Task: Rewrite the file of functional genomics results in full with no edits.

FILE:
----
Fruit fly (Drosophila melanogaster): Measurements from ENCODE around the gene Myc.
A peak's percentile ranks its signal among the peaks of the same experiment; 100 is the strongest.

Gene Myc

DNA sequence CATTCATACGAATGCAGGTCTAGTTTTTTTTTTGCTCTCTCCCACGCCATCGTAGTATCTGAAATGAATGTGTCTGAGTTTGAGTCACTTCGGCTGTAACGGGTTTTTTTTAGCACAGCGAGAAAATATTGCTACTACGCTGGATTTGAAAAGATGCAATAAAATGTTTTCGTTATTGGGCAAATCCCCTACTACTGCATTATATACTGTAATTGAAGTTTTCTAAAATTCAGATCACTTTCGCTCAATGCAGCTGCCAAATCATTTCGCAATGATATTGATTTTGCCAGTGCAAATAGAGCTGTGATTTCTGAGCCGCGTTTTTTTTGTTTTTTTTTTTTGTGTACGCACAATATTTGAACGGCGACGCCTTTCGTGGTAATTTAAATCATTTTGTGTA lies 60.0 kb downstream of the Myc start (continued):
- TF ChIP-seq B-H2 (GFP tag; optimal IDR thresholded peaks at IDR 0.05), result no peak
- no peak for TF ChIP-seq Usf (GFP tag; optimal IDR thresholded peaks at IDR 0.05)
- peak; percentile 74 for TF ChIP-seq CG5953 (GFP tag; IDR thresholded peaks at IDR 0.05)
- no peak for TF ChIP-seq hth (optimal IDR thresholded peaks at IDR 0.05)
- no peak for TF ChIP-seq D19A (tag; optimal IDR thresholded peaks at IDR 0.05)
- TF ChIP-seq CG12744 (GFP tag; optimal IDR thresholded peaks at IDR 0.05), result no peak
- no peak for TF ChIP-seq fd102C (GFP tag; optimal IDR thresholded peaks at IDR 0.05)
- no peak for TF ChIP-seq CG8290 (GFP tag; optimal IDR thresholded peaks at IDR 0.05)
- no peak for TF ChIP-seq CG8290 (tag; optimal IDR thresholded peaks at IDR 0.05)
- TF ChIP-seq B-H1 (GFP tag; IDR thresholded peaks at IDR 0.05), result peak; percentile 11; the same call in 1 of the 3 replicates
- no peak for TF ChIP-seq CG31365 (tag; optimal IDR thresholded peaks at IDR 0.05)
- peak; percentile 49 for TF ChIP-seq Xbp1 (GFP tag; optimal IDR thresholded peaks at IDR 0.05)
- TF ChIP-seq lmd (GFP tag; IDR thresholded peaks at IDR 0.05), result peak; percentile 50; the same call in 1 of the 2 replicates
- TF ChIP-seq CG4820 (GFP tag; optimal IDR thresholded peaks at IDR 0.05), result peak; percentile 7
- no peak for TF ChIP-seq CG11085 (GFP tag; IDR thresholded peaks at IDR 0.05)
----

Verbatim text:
Fruit fly (Drosophila melanogaster): Measurements from ENCODE around the gene Myc.
A peak's percentile ranks its signal among the peaks of the same experiment; 100 is the strongest.

Gene Myc

DNA sequence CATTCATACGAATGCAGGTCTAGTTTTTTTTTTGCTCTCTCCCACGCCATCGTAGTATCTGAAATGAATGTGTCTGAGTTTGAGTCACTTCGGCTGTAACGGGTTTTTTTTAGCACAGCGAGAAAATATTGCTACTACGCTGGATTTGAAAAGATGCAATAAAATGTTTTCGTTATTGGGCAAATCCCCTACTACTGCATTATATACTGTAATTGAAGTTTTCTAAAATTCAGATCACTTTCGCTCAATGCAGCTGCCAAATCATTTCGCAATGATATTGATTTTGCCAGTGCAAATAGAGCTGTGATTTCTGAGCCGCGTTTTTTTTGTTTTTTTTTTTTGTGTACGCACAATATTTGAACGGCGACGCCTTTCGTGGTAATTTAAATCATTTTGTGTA lies 60.0 kb downstream of the Myc start (continued):
- TF ChIP-seq B-H2 (GFP tag; optimal IDR thresholded peaks at IDR 0.05), result no peak
- no peak for TF ChIP-seq Usf (GFP tag; optimal IDR thresholded peaks at IDR 0.05)
- peak; percentile 74 for TF ChIP-seq CG5953 (GFP tag; IDR thresholded peaks at IDR 0.05)
- no peak for TF ChIP-seq hth (optimal IDR thresholded peaks at IDR 0.05)
- no peak for TF ChIP-seq D19A (tag; optimal IDR thresholded peaks at IDR 0.05)
- TF ChIP-seq CG12744 (GFP tag; optimal IDR thresholded peaks at IDR 0.05), result no peak
- no peak for TF ChIP-seq fd102C (GFP tag; optimal IDR thresholded peaks at IDR 0.05)
- no peak for TF ChIP-seq CG8290 (GFP tag; optimal IDR thresholded peaks at IDR 0.05)
- no peak for TF ChIP-seq CG8290 (tag; optimal IDR thresholded peaks at IDR 0.05)
- TF ChIP-seq B-H1 (GFP tag; IDR thresholded peaks at IDR 0.05), result peak; percentile 11; the same call in 1 of the 3 replicates
- no peak for TF ChIP-seq CG31365 (tag; optimal IDR thresholded peaks at IDR 0.05)
- peak; percentile 49 for TF ChIP-seq Xbp1 (GFP tag; optimal IDR thresholded peaks at IDR 0.05)
- TF ChIP-seq lmd (GFP tag; IDR thresholded peaks at IDR 0.05), result peak; percentile 50; the same call in 1 of the 2 replicates
- TF ChIP-seq CG4820 (GFP tag; optimal IDR thresholded peaks at IDR 0.05), result peak; percentile 7
- no peak for TF ChIP-seq CG11085 (GFP tag; IDR thresholded peaks at IDR 0.05)